Ok, I guess hard use for me is 200-500 rounds every couple of weeks, in a rough environment and sometimes in competition. For me, that is as rough as it gets. I expect a $500 gun to do that. I have $200 guns that do that.

    I am not on a swat team, I am not LEO or Military, I am not a world ranked competition shooter.

    So what is wrong with my $369 1911 if it can do what I need it to do?
     
  18. critter

    critter Member

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    In honor of the 100th year of the 1911, I own eleven of the things. I have Para Ordnance, Colt, Kimber, Springfield Armory, Les Baer. I do not have a bad one. I'm sure there are individual 'lemons' in most brands, but for the most part, any well-known name brand 1911 will serve you quite well.

    I am not familiar with the 'off' brands or those made by the 'ring of fire' manufacturers.

    I hope you can find one you like and one that works for you.
     
  19. rellascout

    rellascout member

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    I hear what you are saying but I guess I am looking at it differently. I think that what your smiths are seeing and I do not doubt it are guns which are being used for something they were never intended for. If we agree that the majority of guns are never going to see 10,000 and that most people want a shooter which will do everything and be everything for under $600 one cannot expect it to be built perfectly to spec. Guns like these in the upper mid to low end where never intended to see a professional gun smith. They are buy them and shoot them cheap copies of what you used to have to pay a smith to do to a base gun. In order to create "value" for the customer they took short cuts. They are not to spec. They are not made of optimal materials.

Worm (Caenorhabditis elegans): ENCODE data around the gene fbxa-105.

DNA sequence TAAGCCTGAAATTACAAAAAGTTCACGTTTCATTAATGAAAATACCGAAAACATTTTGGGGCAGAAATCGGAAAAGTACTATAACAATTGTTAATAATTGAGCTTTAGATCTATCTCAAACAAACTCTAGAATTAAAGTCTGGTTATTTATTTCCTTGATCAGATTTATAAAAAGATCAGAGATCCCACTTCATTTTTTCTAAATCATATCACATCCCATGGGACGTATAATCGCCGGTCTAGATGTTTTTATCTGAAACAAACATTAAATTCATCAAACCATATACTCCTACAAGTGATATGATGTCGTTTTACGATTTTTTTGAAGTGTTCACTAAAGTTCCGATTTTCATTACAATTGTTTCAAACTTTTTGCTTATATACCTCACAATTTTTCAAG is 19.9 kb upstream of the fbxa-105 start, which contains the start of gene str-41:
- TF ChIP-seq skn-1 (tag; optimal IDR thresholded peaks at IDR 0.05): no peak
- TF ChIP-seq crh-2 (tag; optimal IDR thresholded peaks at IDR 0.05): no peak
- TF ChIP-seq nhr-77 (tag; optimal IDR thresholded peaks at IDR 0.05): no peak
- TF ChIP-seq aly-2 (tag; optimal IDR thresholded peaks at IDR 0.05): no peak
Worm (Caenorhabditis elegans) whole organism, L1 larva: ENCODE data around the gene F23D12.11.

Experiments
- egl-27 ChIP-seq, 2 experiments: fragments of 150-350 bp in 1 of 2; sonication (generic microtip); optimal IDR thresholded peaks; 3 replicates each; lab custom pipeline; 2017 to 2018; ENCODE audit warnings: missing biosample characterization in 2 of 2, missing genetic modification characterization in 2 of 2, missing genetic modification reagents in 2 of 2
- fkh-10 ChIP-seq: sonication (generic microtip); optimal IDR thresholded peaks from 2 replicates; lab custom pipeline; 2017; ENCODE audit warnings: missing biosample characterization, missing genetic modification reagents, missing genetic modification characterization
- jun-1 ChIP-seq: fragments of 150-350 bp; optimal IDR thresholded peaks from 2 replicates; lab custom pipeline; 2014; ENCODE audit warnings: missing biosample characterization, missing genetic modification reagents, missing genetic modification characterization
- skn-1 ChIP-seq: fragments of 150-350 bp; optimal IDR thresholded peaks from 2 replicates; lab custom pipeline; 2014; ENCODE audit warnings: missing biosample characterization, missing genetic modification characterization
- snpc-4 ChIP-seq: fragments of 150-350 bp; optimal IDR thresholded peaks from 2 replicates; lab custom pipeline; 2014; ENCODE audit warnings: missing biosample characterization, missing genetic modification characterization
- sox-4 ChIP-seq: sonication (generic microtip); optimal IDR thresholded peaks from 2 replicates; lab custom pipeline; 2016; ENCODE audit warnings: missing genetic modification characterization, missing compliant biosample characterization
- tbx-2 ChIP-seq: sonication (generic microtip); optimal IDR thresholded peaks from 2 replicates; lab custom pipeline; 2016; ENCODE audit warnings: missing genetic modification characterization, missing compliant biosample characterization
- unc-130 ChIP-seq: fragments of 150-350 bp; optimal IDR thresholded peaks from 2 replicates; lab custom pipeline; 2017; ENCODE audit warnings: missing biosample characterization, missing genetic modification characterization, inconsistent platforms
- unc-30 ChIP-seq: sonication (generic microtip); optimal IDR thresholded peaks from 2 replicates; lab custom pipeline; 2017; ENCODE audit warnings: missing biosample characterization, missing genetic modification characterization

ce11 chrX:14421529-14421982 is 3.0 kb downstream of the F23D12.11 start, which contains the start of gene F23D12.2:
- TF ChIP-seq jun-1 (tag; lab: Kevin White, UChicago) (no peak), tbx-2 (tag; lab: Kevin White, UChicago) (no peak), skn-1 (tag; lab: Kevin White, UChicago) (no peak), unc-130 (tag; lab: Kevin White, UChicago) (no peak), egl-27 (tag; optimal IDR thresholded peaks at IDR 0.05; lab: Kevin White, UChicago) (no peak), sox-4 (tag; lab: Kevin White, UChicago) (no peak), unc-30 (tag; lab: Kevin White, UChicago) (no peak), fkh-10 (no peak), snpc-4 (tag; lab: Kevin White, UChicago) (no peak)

I would argue however they do exactly what they were intended to do. Fire with a reasonable degree of accuracy with a reasonable degree of reliability for a short period of time, say 5,000 to 15,000 rounds. This is what a $600 1911 gets you these days. It has all the bells and whistle because most people have to have them. I mean honestly how many people do you see shooting plain jane 1911s at the range. For every Govt/Mil spec I see at the range I see 10 beavertails, nightsights and front slide serrations. :) If your needs fall within that criteria who am I to say that their $600 Taurus or even $450 RIA is not a good 1911. Within that criteria IMHO they are. Directly to mcdonl's question if it works for you and you shoot it well who am I to say you do not have a good 1911.

    Again on the other side of the coin higher $$$ does not always mean value. IMHO Kimber is a high priced 1911 built in many cases to fail. I think Sigs 1911 are very much the same. These sell for the $1000 mark or higher but are not $1000 guns. They have as many powder parts as the sub $500 guns. On this one the higher price tag does not = value. Too often it equals bling. If they spent half as much money on getting the guns in spec as they do developing rainbow finishes and 80 different configurations their guns would be better IMHO because they would be truer to the spec. If looks matter more than substance then you once again are getting the "value" you asked for. To me this range is the one that erks me the most. High rate of diminishing returns at this level but I am still not willing to say these are bad 1911s. For many people they are good if not great 1911s. They shoot, they look good and do the job.